Literature is full of gorgeous locations, from ranging moors to beautiful buildings and architecture. The best books describe these destinations so well that you can see them in your mind, losing yourself as you read. Leaving your own four walls behind and living for a little while in these stunning places. Sometimes, these words are from another world. Far away planets or space stations, different universes and places out of time. But, others are set in our world. These breathtaking views and imposing buildings aren’t just a figment of the author’s imagination that has come to life in their words. They are real places, alive in all of their glory and they are places that you can visit!
These destinations are all over the world, and as a booklover a visit to the site of your favourite novel, or to the home of a scene that’s had a great impact on your life can be a rather emotional experience. It can bring back memories, both of the work and of times in your own life. It can take you back in time and take your breath away. Especially when they are just as you imagined them. Here’s a look at some of the best destinations for booklovers to visit.
So, the first place to feature on our list has featured in countless books over time. From James Joyce’s Ulysses, to The Gathering by Anne Enright. It’s also given us great authors like Oscar Wilde, Samuel Beckett, Jonathan Swift and James Joyce. But, that’s not why it appears on our list.
If you love literature, you probably also love libraries, and Dublin’s Trinity College Library is one of the most stunning in the world. It’s the permanent home to the world-famous Book of Kells, the largest library in Ireland and home to over 6 million volumes of work. From the outside, the library towers over its surroundings and dominates the views from all around. Inside, the long room, the libraries main chamber, is 65 metres long, and home to the libraries oldest tomes. Even without opening a book, it’s enough to take your breath away. The library itself is worth a visit to Dublin, but if you want to see more of the surrounding area, Wild Rover Tours can help you. You could use the tour to see Belfast, The Giants Causeway and more of the Irish coast.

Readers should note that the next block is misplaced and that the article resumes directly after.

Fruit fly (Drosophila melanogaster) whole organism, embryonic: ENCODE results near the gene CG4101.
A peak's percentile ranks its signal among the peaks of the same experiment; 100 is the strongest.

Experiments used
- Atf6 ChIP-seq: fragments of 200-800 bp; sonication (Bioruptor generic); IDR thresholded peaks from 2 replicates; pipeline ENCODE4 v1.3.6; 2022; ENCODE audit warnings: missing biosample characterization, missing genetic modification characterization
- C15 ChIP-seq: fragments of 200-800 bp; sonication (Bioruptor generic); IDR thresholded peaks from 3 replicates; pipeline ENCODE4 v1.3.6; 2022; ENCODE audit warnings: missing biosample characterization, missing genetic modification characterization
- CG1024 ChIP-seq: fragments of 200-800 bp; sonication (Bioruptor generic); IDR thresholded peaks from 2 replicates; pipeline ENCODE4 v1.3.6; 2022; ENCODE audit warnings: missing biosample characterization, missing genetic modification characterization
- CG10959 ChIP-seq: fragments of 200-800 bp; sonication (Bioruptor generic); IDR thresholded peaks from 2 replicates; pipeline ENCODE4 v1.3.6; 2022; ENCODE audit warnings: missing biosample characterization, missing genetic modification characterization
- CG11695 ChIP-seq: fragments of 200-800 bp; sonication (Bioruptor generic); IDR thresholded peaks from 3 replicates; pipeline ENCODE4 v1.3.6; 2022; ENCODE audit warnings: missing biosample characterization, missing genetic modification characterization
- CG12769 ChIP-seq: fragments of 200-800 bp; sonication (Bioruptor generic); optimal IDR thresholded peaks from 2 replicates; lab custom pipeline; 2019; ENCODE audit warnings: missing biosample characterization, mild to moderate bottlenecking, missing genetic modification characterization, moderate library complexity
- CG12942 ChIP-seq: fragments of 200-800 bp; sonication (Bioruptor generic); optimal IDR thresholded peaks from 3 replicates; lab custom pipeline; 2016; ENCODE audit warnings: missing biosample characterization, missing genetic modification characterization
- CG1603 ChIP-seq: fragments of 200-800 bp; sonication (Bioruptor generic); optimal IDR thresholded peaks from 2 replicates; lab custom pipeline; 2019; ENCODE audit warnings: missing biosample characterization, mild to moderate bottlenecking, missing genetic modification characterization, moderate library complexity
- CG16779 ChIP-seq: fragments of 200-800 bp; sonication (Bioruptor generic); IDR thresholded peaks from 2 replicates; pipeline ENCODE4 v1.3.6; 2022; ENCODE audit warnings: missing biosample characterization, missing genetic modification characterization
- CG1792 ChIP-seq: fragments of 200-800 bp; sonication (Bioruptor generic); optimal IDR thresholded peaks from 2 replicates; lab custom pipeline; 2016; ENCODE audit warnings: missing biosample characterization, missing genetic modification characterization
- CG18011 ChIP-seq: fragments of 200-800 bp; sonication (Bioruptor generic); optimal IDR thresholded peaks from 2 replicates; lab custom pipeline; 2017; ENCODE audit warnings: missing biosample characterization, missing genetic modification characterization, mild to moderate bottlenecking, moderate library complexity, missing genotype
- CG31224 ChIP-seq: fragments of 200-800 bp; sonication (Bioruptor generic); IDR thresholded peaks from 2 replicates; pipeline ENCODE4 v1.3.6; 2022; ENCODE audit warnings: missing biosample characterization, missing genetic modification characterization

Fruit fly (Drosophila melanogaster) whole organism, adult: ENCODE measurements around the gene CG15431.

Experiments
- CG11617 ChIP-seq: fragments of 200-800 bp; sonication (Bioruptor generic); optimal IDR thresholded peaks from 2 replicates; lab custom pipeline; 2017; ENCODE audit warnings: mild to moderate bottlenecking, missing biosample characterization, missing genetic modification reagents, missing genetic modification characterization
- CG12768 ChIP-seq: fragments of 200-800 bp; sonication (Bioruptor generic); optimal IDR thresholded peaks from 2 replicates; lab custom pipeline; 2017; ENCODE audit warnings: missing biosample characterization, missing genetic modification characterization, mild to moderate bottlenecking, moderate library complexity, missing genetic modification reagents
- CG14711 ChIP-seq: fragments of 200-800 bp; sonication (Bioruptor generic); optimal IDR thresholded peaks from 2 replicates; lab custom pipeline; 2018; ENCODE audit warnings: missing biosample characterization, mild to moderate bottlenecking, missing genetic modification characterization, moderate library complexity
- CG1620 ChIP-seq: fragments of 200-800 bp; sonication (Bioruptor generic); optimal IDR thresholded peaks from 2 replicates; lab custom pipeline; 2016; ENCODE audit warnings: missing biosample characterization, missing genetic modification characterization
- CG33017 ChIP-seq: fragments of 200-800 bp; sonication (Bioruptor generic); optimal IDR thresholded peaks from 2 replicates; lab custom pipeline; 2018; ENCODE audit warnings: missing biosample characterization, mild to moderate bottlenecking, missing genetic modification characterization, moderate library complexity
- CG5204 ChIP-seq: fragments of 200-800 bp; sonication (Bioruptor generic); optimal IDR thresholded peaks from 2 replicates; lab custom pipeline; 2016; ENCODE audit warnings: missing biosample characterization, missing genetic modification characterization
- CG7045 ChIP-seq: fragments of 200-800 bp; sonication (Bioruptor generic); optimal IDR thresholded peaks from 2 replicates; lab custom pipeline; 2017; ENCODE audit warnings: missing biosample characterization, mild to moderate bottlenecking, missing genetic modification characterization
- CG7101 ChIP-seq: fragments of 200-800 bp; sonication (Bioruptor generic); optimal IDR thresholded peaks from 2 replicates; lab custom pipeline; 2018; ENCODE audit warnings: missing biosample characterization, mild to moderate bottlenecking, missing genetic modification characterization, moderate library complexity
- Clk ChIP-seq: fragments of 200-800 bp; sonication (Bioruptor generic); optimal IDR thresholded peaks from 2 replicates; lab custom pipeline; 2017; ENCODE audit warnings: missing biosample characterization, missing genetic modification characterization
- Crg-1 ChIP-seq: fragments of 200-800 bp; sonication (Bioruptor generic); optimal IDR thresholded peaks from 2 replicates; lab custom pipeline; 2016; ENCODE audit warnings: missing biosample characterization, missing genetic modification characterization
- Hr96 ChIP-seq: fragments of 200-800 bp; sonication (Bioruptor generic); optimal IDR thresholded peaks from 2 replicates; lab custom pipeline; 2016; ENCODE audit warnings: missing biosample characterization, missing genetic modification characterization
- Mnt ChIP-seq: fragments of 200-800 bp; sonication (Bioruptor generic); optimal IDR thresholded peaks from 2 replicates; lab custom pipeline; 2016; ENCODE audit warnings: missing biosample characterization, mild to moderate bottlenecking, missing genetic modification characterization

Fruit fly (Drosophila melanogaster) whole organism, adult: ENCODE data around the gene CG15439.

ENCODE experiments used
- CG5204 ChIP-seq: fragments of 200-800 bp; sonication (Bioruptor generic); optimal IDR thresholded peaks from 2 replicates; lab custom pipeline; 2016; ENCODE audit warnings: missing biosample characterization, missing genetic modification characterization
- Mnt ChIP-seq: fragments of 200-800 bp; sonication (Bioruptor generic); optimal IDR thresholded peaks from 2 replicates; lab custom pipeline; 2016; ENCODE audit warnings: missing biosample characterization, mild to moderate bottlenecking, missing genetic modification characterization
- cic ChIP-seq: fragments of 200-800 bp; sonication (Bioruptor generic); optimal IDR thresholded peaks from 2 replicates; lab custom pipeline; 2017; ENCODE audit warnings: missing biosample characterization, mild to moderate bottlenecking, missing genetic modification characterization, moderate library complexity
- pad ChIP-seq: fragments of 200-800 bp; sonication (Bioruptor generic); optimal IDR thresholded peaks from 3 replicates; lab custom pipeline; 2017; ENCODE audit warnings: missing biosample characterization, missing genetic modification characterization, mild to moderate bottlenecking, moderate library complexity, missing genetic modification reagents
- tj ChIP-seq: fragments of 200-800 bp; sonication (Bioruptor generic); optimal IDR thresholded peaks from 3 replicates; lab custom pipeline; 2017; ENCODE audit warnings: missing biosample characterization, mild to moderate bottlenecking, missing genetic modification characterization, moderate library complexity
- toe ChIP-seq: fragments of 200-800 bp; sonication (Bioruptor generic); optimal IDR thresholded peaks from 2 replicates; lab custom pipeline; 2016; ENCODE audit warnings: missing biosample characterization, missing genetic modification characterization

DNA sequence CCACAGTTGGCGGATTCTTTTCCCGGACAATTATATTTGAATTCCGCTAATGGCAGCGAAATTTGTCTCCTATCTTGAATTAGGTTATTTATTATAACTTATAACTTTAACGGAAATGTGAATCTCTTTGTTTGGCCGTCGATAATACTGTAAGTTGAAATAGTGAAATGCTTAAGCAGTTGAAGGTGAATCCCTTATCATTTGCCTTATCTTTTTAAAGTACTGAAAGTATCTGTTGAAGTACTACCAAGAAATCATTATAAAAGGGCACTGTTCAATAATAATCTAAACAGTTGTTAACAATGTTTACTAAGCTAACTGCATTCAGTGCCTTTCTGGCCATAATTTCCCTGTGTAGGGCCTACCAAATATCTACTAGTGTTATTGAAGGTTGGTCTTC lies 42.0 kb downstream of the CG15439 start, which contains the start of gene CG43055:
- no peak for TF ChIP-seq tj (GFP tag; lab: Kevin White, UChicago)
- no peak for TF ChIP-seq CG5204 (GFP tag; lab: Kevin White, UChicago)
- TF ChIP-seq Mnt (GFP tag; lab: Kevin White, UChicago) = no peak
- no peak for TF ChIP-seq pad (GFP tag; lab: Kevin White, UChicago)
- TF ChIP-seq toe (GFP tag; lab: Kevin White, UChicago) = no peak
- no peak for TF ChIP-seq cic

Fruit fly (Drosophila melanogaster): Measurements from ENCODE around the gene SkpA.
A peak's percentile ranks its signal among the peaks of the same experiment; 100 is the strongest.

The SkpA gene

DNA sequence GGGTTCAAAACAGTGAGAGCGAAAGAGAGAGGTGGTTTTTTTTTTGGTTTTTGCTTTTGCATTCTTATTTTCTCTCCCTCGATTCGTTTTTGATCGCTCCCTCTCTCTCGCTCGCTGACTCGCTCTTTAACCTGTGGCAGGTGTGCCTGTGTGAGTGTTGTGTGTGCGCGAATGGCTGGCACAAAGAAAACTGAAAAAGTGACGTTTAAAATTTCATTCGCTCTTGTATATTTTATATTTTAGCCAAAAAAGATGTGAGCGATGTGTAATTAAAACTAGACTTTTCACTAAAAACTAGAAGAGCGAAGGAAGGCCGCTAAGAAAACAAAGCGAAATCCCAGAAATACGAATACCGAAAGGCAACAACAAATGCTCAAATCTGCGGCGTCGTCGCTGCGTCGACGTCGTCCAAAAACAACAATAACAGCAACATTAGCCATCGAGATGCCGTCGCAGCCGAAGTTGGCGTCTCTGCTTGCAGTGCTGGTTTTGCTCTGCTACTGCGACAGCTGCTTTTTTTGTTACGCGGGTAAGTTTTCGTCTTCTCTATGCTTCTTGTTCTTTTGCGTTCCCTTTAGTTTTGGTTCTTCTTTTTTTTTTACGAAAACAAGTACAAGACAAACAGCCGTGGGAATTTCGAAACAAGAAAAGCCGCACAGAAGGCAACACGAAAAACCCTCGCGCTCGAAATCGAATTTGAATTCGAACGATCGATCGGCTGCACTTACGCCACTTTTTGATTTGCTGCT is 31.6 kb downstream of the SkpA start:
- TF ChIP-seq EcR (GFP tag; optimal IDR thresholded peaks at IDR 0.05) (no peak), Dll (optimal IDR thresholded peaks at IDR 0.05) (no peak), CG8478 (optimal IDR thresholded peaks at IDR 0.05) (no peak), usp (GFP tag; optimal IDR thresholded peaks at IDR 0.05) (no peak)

Whitby has become a bit of a Goth hotspot, thanks to its association with the Vampire classic, Dracula. At certain times of the year, you can go on tours and even Dracula weekends. But, it’s a fantastic place to visit at any time of the year. Visit in the summer if you fancy spending some time on the beach, but you can see the setting that gave Bram Stoker his inspiration, whatever the weather.
Bram Stoker’s time in Whitby gave him the ideas for the locations in the novel, as well as inspiration for its characters. This atmosphere can still be felt today if you wander around away from the more touristy areas to take in some of the more gothic architecture of the area.
If you are a big Harry Potter fan, there are a few places that you should visit in your lifetime. You’ll want to head to London to see King’s Cross Station to see where the magic of platform 9 3/4 takes place. If you love the films too, you might want to head to the Warner Brothers Studio Tour while you are in the area, to see where the magic was brought to life, with a look at the props and sets. You might want to take a trip to Durham Cathedral, which was home to many Hogwarts sets and has a real Harry Potter feel.
But, if you really want to feel the magic, and head to the place it all started, Edinburgh should be top of your list. Go for a drink in the Elephant House, where JK Rowling did a lot of her early writing. Then, take a look at Edinburgh castle and breath in the magic, before taking a walk around the stunning scenery. You’ll almost feel like a Wizard yourself. While in Edinburgh, you may also want to see the writer’s museum, which happens to be on the street that inspired Diagon Alley in Harry Potter. The museum is home to the most glorious bookstore, as well as exhibits showing the evolution of the printed book and literature itself and a tribute to Robert Louis Stevenson, who lived in the city for many years.
Haworth in Yorkshire is the setting of Emily Bronte’s Wuthering Heights. Wuthering Heights, perhaps more than any other novel, is shaped fully by its locations. Wuthering Heights is the Yorkshire Moors. They are imprinted on the work just like any character or storyline could be. They come to life.
Walk across the moors of Haworth, and you’ll be able to imagine yourself as a part of the story. You’ll feel the characters and their tales around you. Even if you’ve never read the book, the scenery is quite simply beautiful and will evoke memories of all of your favourite works and characters.
New York City
If you fancy a trip a little further afield, go to New York City, famous home of J.D Salinger’s The Catcher and the Rye. The book features many New York landmarks and locations and fully explores the feeling of loneliness in the busiest city in the world. New York, of course, plays home to many other great works of fiction. These include The Great Gatsby by F Scott Fitzgerald, The Age of Innocence by Edith Wharton, Seize the Day by Saul Bellow and The Emperor’s Children by Claire Messud.
In truth, as a book lover, you can find magic anywhere. There are book settings dotted all over the world, and you can even see the sites of your favourite fantasy novels in real life locations. New Zealand will always be associated with The Hobbit and Lord of the Rings. There’ll always be places to go and sites to see. That’s part of the beauty of being a bookworm.